Docker and I have had a mixed relationship until discovering Traefik. In the not so distance future, I will fully review how my docker environment is set-up in detail but for this article, I will focus on a single aspect.
I came across this site, some may know it, SSLLabs. I scanned my Docker hosted sites, and to my dismay, they had a ranking of B. This was unacceptable!
Google is now ranking sites based on how secure they are (HTTPS as a ranking signal) and if you want that top search hit, you must use Transport Layer Security (TLS). With free services like Let’s Encrypt, there are no reasons why all sites shouldn’t be running TLS.
Great, so just enable TLS and you are golden, right? Nope. There are other considerations such as TLS version, Ciphers, and Headers. In this article I will review all the different secure recommendations from SSLLabs and how to apply them using Traefik.
Rather jump right to the solution? Check out my docker image for Traefik: djpic/traefik.
TLS version is important!
There are multiple versions of TLS a successor of secure sockets layer (SSL). Instead of going into every version, let’s just focus on what is relevant to this article. The current two versions that are considered secure are TLS 1.2 and TLS 1.3. Perfect! Just enable those two….nope. Each version has their own ciphers suites, in which many are considered insecure. Again to save some time, the recommenced ciphers for each version are below.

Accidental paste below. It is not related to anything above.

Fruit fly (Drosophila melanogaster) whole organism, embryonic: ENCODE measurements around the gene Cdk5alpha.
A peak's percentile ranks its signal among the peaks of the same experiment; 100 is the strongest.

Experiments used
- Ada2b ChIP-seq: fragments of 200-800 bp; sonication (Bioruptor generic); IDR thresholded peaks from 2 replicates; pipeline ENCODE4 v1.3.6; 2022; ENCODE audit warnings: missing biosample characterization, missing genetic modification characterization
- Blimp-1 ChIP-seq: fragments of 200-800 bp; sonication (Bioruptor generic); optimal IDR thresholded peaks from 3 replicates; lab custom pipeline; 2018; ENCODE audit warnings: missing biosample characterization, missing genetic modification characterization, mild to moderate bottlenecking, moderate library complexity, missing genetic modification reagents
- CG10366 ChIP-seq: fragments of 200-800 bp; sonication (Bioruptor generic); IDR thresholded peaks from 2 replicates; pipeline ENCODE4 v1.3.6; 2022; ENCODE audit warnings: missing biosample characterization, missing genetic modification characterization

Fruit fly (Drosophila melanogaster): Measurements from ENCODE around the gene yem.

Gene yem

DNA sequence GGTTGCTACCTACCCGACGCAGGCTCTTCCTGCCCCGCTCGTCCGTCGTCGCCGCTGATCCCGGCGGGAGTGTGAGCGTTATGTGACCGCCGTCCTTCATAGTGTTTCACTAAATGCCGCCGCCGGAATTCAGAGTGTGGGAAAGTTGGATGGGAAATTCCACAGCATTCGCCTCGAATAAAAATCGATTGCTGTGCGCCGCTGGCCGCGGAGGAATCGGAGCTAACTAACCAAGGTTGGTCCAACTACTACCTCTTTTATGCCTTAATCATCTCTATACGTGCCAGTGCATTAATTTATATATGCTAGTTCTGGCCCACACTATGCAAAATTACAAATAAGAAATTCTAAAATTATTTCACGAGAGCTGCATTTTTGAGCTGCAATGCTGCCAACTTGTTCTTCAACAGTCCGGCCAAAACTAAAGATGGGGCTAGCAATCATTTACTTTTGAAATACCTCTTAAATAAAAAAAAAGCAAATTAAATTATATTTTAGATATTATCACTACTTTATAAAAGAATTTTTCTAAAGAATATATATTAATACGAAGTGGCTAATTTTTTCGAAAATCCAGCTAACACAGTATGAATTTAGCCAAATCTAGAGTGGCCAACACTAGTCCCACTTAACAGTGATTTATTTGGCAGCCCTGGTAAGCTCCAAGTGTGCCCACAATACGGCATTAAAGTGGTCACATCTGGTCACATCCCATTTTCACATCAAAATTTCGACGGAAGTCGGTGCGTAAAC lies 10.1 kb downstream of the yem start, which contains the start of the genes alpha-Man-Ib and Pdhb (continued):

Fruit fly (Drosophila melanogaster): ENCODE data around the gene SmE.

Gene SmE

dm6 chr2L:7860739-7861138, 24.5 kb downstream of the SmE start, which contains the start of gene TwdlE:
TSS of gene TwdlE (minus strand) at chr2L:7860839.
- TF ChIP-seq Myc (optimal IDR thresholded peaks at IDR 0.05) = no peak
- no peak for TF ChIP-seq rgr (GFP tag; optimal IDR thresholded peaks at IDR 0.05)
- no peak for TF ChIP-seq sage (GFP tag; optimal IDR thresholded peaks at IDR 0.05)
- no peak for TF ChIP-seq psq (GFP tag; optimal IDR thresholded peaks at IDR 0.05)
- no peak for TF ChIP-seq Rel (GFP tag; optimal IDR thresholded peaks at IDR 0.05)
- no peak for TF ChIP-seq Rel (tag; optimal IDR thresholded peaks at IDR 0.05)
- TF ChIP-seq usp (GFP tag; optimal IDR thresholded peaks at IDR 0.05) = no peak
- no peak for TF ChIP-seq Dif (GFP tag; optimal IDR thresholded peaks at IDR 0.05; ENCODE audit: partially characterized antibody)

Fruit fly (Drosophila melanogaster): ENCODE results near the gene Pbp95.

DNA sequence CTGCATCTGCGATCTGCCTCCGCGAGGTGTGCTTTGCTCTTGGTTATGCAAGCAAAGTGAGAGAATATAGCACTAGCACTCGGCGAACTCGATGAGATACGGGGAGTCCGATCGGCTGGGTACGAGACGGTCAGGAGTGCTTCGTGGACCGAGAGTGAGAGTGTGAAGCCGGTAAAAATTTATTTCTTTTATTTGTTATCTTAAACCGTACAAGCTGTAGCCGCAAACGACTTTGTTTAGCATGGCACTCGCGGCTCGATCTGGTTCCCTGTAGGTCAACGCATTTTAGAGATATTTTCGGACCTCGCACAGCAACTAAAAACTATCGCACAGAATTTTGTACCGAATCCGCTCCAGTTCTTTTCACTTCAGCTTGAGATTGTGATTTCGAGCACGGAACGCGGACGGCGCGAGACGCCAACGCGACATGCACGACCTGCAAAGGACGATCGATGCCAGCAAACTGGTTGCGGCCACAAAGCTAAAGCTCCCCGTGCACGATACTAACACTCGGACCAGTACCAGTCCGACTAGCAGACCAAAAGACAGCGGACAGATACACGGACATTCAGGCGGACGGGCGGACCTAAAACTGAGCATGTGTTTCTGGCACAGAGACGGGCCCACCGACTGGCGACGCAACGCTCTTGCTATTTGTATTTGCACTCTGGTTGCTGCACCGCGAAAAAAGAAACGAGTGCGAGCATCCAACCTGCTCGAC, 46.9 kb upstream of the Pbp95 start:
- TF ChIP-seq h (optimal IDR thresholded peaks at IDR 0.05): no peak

Recommended ciphers for TLSv1.3:
Recommended ciphers for TLSv1.2:
The visitor’s browser and remote web server negotiate which version and cipher is to be used for a particular connection. Unfortunately, not all legacy browsers support these secure protocols and ciphers. When a visitor uses a legacy browser, the web page / application will not load. Because of this lack of support, some administrators choose to allow the out-dated protocols and ciphers. Congratulations! This site only uses the recommend ciphers and versions therefore if you can view this site, your browser supports these ciphers.
Headers count too!
So we have the Let’s Encrypt certificate, TLS v1.3 enabled, and have the best ciphers chosen. Are we done? Of course not! During my research I found a few recommended response headers to be included. These headers are:
- HTTP Strict Transport Security (HSTS)
All of these headers are not required for an A+ SSLLabs report. The minimal header for the SSLLabs report is HTTP Strict Transport Security or HSTS. I personally would still look at enabling the other headers whenever possible. For more information on these headers, a great resource is OWASP Secure Headers Project.
DNS CAA Record
Another requirement it seems for a secure report from SSLLabs is a DNS CAA record. This requirement is pretty straight forward. Place a CAA DNS record specifying which certificate authorities are permitted to issue certificates for a domain. However there is a catch, this requires your DNS provider to support CAA entries.
There are three different entry types for the CAA records: issue, issuewild, and iodef.
The issue record is the only one required. This issue record specifies which certificate authorities are authorized to issue a certificate of any type. Check with the issuing certificate authority for the correct value.
The issuewild record is used to specify which certificate authorities are authorized to issue wild card certificates and only wild card certificates. When this record it present, the certificate authority with an issue record is no longer allowed to issue wild card certificates.
And finally, the iodef record specifies a URL where policy violations are reported. Commonly the iodef entry is an email address.
Here is an example of the DNS CAA entry for this demo site:
For a list of DNS providers that support DNS CAA records, SSLMate maintains a list: Who supports CAA Records?